WASHINGTON D.C., July 10, 2015 -- The largest crystallography conference in the United States will take place from July 25 - 29 when the American Crystallographic Association (ACA) convenes its 65th annual meeting in Philadelphia. The ACA is the largest professional society for crystallography in the United States.
Reporters are invited to attend this interdisciplinary meeting for free. To request press registration or to obtain story tips or further information, please contact Jason Socrates Bardi at 240-535-4954 or firstname.lastname@example.org
Crystallography is a field that lies at the crossroads of biology, chemistry, physics and materials science. Researchers from areas as far flung as genomics, geology, medicine and manufacturing use it to uncover the exact arrangements of atoms within molecules and bulk materials -- information of keen interest to modern science because it helps to define the real-life chemical and physical properties of materials.
The structures uncovered by crystallography are also of profound importance to humanity because they are routinely used to guide the creation of new lifesaving drugs, improve manufacturing processes and make new materials that impact our economy and our world.
More than 700 professionals and students from more than 20 countries and from diverse areas across industry and academia are expected to attend this meeting.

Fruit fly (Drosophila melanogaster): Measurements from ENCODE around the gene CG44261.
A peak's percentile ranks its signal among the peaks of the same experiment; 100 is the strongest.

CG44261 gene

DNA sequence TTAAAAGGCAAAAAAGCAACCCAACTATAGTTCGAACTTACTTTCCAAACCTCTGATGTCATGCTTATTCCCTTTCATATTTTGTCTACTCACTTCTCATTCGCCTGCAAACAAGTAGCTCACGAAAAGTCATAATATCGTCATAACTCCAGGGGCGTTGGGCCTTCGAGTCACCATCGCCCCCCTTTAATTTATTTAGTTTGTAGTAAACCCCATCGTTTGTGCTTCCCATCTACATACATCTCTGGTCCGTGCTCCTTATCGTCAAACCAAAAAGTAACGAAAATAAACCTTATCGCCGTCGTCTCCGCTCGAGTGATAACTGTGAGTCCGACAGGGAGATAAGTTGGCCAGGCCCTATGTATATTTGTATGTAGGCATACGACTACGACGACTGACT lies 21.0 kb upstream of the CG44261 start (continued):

MORE ABOUT THE MEETING
All scientific sessions, workshops, poster sessions, and events will be held at the Sheraton Philadelphia Downtown Hotel. To obtain more information, please contact Jason Socrates Bardi at: 240-535-4954 or email@example.com
Main meeting website: http://www.
Scientific program: http://www.
The American Crystallographic Association (ACA) was founded in 1949 through a merger of the American Society for X-Ray and Electron Diffraction (ASXRED) and the Crystallographic Society of America (CSA). The objective of the ACA is to promote interactions among scientists who study the structure of matter at atomic (or near atomic) resolution. These interactions will advance experimental and computational aspects of crystallography and diffraction. They will also promote the study of the arrangements of atoms and molecules in matter and the nature of the forces that both control and result from them. See: http://www.